A friend at Screensport, Terry - who had done a six month attachment in the BBC's Presentation department - told me they were looking for two young hosts for links between children's programmes. The idea was similar to what ITV were doing, but it was going to be live. At the time ITV used in-vision hosts, whereas the BBC had colourful graphics and the normal announcers. I went down for my audition in September 1985. I met Phillip who had been doing the job for just three weeks at that time. The plan was that I’d take over after three months, but he was doing so well that Michael Grade, in charge back of BBC TV then, said to let him carry on for another three months. By Spring 1986 Phillip had been asked to present Take Two, so it was then that I got my own two month contract. I began on 1 April 1986, and I had a great 8 weeks or so as the new face of Children’s BBC until Phillip came back. I did another two weeks in the summer and then that was it – I’d fallen pregnant with my first child, Bradley, who was born in March 1987. Afterwards I was asked to join the new BBC1 daytime show Open Air (with Eamonn Holmes and co.) as a reporter, which fitted in better with being a mum to be.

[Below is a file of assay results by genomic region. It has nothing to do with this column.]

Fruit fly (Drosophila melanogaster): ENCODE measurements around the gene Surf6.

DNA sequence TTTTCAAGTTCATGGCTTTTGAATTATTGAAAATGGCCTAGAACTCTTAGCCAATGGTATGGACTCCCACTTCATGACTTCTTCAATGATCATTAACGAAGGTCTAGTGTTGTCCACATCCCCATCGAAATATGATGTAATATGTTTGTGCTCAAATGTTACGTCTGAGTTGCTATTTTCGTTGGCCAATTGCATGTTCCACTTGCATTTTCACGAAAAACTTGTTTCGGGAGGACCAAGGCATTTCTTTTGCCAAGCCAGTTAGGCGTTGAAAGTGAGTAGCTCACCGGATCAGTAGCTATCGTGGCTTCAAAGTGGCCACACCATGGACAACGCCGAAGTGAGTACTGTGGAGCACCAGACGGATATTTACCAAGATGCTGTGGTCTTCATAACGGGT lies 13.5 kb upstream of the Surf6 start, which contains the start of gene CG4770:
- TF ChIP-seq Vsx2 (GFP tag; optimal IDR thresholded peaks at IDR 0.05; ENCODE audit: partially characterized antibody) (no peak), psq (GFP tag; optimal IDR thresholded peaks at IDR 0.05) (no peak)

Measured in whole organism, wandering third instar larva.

Do you remember what you had to do at the audition?
Yes. Initially I was sat in the Broom Cupboard and they recorded some audition links - the usual stuff, all quite short - just a bit of programme info and so on. The next stage was a tandem afternoon - that's where I practised presenting an entire afternoon from the spare Broom Cupboard at the same time Phillip was doing it for real on BBC1. Phillip was lovely - very generous and kind, and gave me a few pointers about what the job was like. The Producer was a right character – I wonder what he’s doing now? - and he babysat me through the process. I also met Pat Hubbard, who was the Head of Presentation.

By the time you went on air Phillip was already quite well established; did you have any concerns about taking over?